The first election campaign on which I ever worked was Harry Rankin’s 1986 campaign to become mayor of Vancouver. Rankin, a bona fide socialist, prohibited from entering the US due to his communist sympathies, ran a polarizing, brutally honest campaign that talked about how renters, poor people and residents East Vancouver had been receiving a raw deal under both the NPA and the beta version of Vision Vancouver, TEAM (The Electors’ Action Movement).
Neither in that election nor as a city councilor did Rankin shy away from the geography of inequality in Vancouver – the Downtown Eastside was in desperate need of help; East Vancouver was underserviced. But he also didn’t do what successive generations on the Vancouver left have mistakenly done: worship neighbourhoods. Rankin, especially when I got to know him at a more personal level in the 1990s, was not just unmoved by the fruits of the 1970s New Left and its rhetoric, for instance, of neighbourhood empowerment; he was deeply suspicious.
In 1992, when I first entered Vancouver civic politics as a candidate, I ran against a very different COPE than the one for which I had worked in 1986. The party was running on the slogan “It’s About Neighbourhoods,” its implicit slogan in every campaign since. In the twenty years since, the party has increasingly become a caricature of the New Left ideas that Rankin disdained and “empowering neighbourhoods” has become its raison d’être.
So what, is wrong with empowering neighbourhoods? Doesn’t everybody love apple pie?
Empowering neighbourhoods does pay immediate dividends for the Left because that is the language that is used when low- and middle-income people mobilize against gentrification; it is also the language that is used when environmentalists mobilize against unsustainable development. Perhaps this is why it seems like a good idea to legitimate the concept that the people who live right near a potential site of development or change should have special rights to modify or stop it, beyond those enjoyed the rest of the city’s residents.
And self-styled progressives feel extra secure because neighbourhood activists can be relied-upon to show up and advocate for measures to maintain the current “character of their community,” whatever its current aesthetics and income mix are. But usually, when we think about those community struggles, we picture Mount Pleasant or Commercial Drive. Given our sensibilities, it seems only right to empower people in those neighbourhoods to defend their character.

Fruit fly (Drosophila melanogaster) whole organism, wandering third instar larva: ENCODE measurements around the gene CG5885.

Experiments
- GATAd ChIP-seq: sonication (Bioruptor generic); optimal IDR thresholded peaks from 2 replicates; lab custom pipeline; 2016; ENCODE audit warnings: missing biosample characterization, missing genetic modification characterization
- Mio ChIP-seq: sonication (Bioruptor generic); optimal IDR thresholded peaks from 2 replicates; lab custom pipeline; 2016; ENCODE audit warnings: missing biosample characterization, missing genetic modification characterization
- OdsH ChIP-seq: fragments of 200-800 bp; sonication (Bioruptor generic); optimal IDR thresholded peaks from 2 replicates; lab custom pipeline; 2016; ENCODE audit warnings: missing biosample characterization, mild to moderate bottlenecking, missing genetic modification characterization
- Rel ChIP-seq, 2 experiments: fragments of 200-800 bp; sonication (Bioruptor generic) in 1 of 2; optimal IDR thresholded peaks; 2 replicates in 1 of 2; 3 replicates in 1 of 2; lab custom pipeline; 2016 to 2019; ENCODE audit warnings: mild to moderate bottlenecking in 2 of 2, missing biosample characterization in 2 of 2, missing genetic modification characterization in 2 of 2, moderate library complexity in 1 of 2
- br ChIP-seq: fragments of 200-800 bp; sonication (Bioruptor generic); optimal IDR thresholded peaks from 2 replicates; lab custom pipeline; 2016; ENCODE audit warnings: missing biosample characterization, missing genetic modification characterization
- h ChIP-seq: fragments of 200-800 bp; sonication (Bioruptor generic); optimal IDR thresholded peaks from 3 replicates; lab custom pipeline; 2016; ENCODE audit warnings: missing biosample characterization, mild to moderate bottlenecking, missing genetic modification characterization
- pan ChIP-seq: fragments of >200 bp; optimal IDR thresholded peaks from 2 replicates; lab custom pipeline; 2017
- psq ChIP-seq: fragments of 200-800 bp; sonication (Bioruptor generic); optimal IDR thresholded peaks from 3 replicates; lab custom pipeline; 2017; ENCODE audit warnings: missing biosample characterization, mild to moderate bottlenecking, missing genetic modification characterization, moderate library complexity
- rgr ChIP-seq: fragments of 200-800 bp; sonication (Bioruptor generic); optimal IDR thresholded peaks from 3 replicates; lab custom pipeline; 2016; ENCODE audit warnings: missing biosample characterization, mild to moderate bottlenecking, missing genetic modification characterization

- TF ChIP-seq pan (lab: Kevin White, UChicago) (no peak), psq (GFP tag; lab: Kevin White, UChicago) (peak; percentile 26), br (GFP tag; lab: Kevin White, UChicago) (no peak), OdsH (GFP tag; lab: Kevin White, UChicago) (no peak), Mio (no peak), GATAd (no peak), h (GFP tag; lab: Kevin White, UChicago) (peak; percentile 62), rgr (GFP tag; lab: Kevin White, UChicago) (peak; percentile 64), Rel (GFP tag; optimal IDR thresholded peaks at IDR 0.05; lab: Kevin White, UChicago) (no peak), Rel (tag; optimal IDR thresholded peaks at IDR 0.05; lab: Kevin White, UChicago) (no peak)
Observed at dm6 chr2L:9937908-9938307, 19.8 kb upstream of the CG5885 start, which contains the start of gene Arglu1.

But somebody needs to explain to me why the it is such a good idea for the residents of Shaughnessy, MacKenzie Heights, Dunbar, Kerrisdale, West Point Grey, Coal Harbour, Southwest Marine and Yaletown to be as empowered as possible to maintain the character of their communities. Why should the permanent exclusion of the poor from these neighbourhoods be reimagined as a civic good?
We think that reifying neighbourhoods as self-governing entities is a means of combatting the suburbanization of poverty but the reverse is true – because it means gentrification cannot be undone. And given that the main means by which neighbourhoods are “empowered” is by participating in processes designed for wealthy, white collar people with flexible work hours, any neighbourhood that gentrifies will be far more empowered to defend its new status than it was to preserve its previous character.
And that costs us, not just as the urban dominoes fall and we lose mixed income neighbourhoods one after another but in direct wealth transfers from the poor to the rich. When the time came to create a rapid transit line in the 1980s, they ran Skytrain through Rankin’s yard on Victoria Drive. Cedar Cottage simply did not have the wealth to be as empowered as it needed to be to defend its character.
More than $100 million could have been saved in construction costs had we run the Canada Line at grade or elevated up the Cambie Boulevard, and even more had we used the pre-existing rail line that runs along Arbutus Street. But the residents of Shaughnessy are very empowered. In fact, their neighbourhood is so empowered that they got the rest of us to pay to bury the Canada Line to maintain the ritzy character of both the Cambie Boulevard and the Arbutus corridor. Our increased transit fares and higher taxes are a direct result of our having raised conservative, classist neighbourhood parochialism to an unassailable civic good.
Most troublingly, the doctrine of neighbourhood empowerment is part of the Left’s larger problem of cowardice. Because we are too afraid to appear anti-development, anti-corporate or, worse yet, engaging in what FoxNews terms “the politics of envy” or “class warfare,” we hide behind the empty rhetoric of community empowerment. Because we are afraid to stand up and oppose the environmental and social disaster wrought by capitalism, we endorse essentially conservative NIMBY organizations because they are more likely to share our anti-development agenda in the short term.
But we do so at our peril. While we like to talk about neighbourhood difference in terms of lifestyle, sexual politics or religious and ethnic diversity, those are not the main things that inscribe neighbourhood boundaries on our city. The prime determinant of where people live is their wealth. When we empower neighbourhoods to defend their character, the main thing we are doing is empowering the wealthy to exclude the less wealthy from their immediate vicinity, to etch the widening gap between rich and poor more deeply into our city’s soil.
The Left needs to oppose bad development decisions, not because neighbours don’t like them but because they are bad for our city, because they magnify inequality and destroy the environment.
If we want people to share our beliefs, we first must develop the courage to tell them what they actually are.